Renowned jazz drummer, composer, teacher and bandleader Allison Miller is back with a new album, the first since 2013’s acclaimed No Morphine, No Lilies. Alongside a top notch band in Boom Tic Boom, Otis Was a Polar Bear catches Miller at a watershed moment in her life, not just as a growing musician, but now as a parent. Drawing great inspiration from her daughter Josie, Miller explains the departure from her last album to this most recent studio effort. “The last record was about such intense hardship and pain. This record is the other side of all that—it’s the beauty that comes after a storm.”The album opens with the bright, sultry Latin flair of Ben Goldberg’s charming clarinet play on “Fuster.” Inspired by Cuban artist José Rodríguez Fuster, the composition has its origins rooted in everyday life, this particular track, an unshakable melody Miller had sung to Josie in the first weeks of her life. Likewise, “Hoarding the Pod” comes from an over-caffeinated state during a recording session with Natalie Merchant. Its frantic, supercharged intro takes a backseat to a mellow groove supplied by Miller, finally giving way to the controlled chaos of Jenny Scheinman’s violin boiling over, Kirk Knuffke’s cornet beaming and Myra Melford making it rain piano keys.With a beautiful and thoughtful pairing of “The Listener” and “Lullaby For Cookie,” Miller delicately bridges the gap between life and death, the former written for a music-obsessed friend who died suddenly, while the latter was written for Miller’s daughter Josie before her birth. Miller’s relatively minimalist approach on these arrangements packs a significant punch.The album’s title track, “Otis Was a Polar Bear” evokes great imagery, not unlike the Melford-lead “Pig In A Sidecar” or “Shimmer.” Scheinman’s playful strokes and plucks on “Otis” are accented by Knuffke’s and Goldberg’s summit of brass and woodwinds while Miller and upright bassist Todd Sickafoose fill out a highly active and invigorated rhythm section.“Slow Jam” certainly lives up to its name. Miller’s simple, elegant groove is guided through the slow burner by a steady bass line and fantastic interplay with Melford and Knuffke. Miller’s final selection,”Staten Island,” was written after the tragic killing of Eric Garner by Staten Island police. “I sat down at the piano feeling hopeless and filled with rage. This is what came out,” Miller says. As in the case of Garner, there are a lot of moving parts to this track. Scattered flurries from Goldberg’s clarinet are mirrored by Milford’s frenzied piano before Miller is finally set off like a stick of dynamite into a righteous rock groove. When the groove begins its descent it’s left with only the sombre notes of Knuffke’s waning cornet.From traditional rock and jazz themes to the avant-garde variety, Allison Miller’s Otis Was a Polar Bear will present something of significance for the ear of any listener, whether the casual jazz fan or the most hardcore fan of fusion. Her chops are undeniable as is her ability to compose and elevate the separate links of her band in a way that reflects a focused and unrestrained sound.Otis Was a Polar Bear is set for release April 8 on Royal Potato Family. You can watch a behind the scenes video on the making of the album below, and don’t forget to check out Miller’s upcoming tour dates, as she and Boom Tic Boom will be out on the road this coming spring.Allison Miller’s Boom Tic Boom Spring 2016 Tour4/8 Seattle, WA @ Royal Room 4/9 Portland, OR @ Alberta St. Pub4/10 Arcata, CA @ Kate Buchanan Room HSU 4/14 Santa Cruz, CA @ Kuumbwa4/15 Los Angeles, CA @ The Blue Whale4/16 Berekely, CA @ Freight and Salvage4/17 Half Moon Bay, CA @ Bach Dancing and Dynamite Society4/27 Bloomsburg, PA @ Bloomsburg University4/28 Erie, PA @ Mercyhurst Institute for Arts and Culture: Walker Recital Hall4/29 Lewisburg, WV @ Carnegie Hall4/30 Roanoke, VA @ Jazz Club at Jefferson Center5/1 Baltimore, MD @ Creative Alliance5/3 Charlottesville, VA @ Thomas Jefferson Memorial Church5/5 New York, NY @ Dizzy’s Club Coca-Cola5/6 New Haven, CT @ Firehouse 125/7 North Adams, MA @ MASS MoCA5/8 Goshen, MA @ Pioneer Valley Jazz Shares: Institute for the Musical Arts5/13 Philadelphia, PA @ Ars Nova Workshop: Philadelphia Art Alliance5/14 Washington, DC @ Kennedy Center: 21st Annual Mary Lou Williams Jazz Festival7/1 Iowa City, IA @ Iowa City Jazz Festival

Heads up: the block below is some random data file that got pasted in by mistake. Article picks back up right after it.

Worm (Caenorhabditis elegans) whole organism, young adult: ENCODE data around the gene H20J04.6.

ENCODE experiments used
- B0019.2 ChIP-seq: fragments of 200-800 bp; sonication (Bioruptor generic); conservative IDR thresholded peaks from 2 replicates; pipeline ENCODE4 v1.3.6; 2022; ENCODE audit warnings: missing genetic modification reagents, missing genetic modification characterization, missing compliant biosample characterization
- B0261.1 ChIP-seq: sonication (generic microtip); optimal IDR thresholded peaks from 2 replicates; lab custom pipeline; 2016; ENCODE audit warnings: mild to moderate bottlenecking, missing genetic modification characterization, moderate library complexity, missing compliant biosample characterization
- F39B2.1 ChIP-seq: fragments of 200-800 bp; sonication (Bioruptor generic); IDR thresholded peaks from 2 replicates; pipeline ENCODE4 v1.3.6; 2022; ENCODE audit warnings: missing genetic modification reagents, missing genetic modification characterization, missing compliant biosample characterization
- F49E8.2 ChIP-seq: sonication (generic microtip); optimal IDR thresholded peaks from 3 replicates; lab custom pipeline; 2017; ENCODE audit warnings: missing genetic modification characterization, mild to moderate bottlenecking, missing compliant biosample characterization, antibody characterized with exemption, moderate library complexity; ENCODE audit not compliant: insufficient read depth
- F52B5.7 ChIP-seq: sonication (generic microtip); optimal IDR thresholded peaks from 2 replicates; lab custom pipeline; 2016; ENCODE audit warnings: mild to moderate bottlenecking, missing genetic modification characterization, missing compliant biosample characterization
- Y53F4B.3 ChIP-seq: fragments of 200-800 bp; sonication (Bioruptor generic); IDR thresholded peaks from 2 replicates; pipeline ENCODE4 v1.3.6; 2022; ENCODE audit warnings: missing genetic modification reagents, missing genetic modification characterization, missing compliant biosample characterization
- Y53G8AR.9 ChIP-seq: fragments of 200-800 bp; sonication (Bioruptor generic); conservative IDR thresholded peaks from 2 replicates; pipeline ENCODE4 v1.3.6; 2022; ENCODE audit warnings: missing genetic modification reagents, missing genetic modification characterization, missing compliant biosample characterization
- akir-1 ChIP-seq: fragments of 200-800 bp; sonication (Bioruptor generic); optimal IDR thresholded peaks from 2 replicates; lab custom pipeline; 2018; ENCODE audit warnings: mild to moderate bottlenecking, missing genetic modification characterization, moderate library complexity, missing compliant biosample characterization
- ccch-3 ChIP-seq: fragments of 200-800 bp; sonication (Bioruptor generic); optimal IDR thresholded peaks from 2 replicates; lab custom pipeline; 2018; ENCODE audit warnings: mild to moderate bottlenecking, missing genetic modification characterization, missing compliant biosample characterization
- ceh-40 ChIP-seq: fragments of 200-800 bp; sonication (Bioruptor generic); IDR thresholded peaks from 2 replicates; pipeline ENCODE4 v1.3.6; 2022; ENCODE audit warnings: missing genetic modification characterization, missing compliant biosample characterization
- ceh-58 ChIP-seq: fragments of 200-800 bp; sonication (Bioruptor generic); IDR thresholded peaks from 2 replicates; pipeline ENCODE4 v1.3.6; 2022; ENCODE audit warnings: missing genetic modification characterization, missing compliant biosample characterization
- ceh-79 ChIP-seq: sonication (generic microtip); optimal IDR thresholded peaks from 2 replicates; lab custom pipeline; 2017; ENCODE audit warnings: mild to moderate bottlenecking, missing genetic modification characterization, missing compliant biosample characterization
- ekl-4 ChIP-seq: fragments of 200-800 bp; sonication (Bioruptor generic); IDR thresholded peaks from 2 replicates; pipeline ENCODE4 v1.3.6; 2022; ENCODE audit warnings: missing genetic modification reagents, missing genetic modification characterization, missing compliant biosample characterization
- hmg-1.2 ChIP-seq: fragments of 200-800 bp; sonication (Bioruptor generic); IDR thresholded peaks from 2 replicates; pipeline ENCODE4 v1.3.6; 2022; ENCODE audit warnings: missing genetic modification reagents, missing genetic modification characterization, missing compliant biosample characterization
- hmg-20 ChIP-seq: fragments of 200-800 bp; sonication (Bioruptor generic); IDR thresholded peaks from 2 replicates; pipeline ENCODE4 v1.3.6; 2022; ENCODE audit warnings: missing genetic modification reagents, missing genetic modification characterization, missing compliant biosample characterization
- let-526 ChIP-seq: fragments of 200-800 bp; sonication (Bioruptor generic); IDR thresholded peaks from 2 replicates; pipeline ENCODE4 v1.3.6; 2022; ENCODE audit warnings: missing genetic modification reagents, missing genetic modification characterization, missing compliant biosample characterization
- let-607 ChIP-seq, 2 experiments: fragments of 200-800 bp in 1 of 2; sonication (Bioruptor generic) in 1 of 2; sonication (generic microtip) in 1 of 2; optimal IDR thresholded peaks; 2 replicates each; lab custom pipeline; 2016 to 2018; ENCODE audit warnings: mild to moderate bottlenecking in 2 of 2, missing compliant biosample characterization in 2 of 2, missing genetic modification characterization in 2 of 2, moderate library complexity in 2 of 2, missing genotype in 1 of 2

A couple accused of abandoning their 8-year-old adoptive daughter has pleaded not guilty to the charges after they say the 8-year-old was actually an adult posing as a child and that she tried several times to kill members of the family.The incident occurred back in 2010.Michael and Kristine Barnett who already had three children of their own, decided to adopt Natalia who they believed was an 8-year-old from Ukraine who suffers from a rare form of dwarfism.When the family got Natalia home, however, they say there was signs that Natalia was not who they believed she was and that she was much older than 8-years-old.The family says that the child spoke English and did not have an accent that was consistent with her being from and living in the Ukraine.They also said that Natalia had pubic hair, menstrual cycles, and suffered from mental health disorders that usually develop when a person is in their teens and 20s.In addition to that, the family says Natalia was violent towards them and both threatened and attempted to kill or harm them on several occasions.In an interview with Good Morning America, Michael told reporters that Natalia would put clear thumbtacks on the stairs face up so they would step on them. At another point, she also poured Pine-Sol cleaner into Kristine’s coffee and attempted to push Kristine into an electric fence.Michael also says that Natalia admitted that she was trying to kill Kristine.In 2012, the couple somehow had the girl’s age legally changed to 22-years-old before moving Natalia into her own apartment in Indiana in 2013. The rest of the family moved to Canada so that the couple’s eldest son, a physics prodigy, could study at the Perimeter Institute for Theoretical Physics in Ontario.During the investigation, the Barnett’s told authorities that they paid rent for Natalia’s apartment for a year, set her up with Social Security disability income, and food stamps but did not provide any other care for her.Court records show that Natalia was evicted from the apartment in May of 2014 and in September of that same year, Natalia contacted police and claimed that the Barnett’s abandoned her.The Barnett’s are now facing two counts of neglect of a dependent which they have plead not guilty to. A jury trial date has been set for Jan. 28, 2020.Prosecutors say that they are positive that if “due justice” is done, the Barnett’s will not be vindicated of their charges. They also brought up that two bone scans done on the girl in 2010 and in 2012 prove that her Ukrainian records were correct and that the couple abandoned the child who was also deemed mentally ill.Other records in 2016 state that when a new family petitioned for guardianship of the girl and attempted to get her original birth record restored, Michael showed up to the hearing with a doctor and a lawyer and that particular judge sided with Michael’s case.Natalia, who is either in her teens or in her 30’s, has not been charged with any crime.While it is unclear where Natalia is currently residing, several news outlets say she remains in the care of the couple who petitioned for guardianship over her in 2016.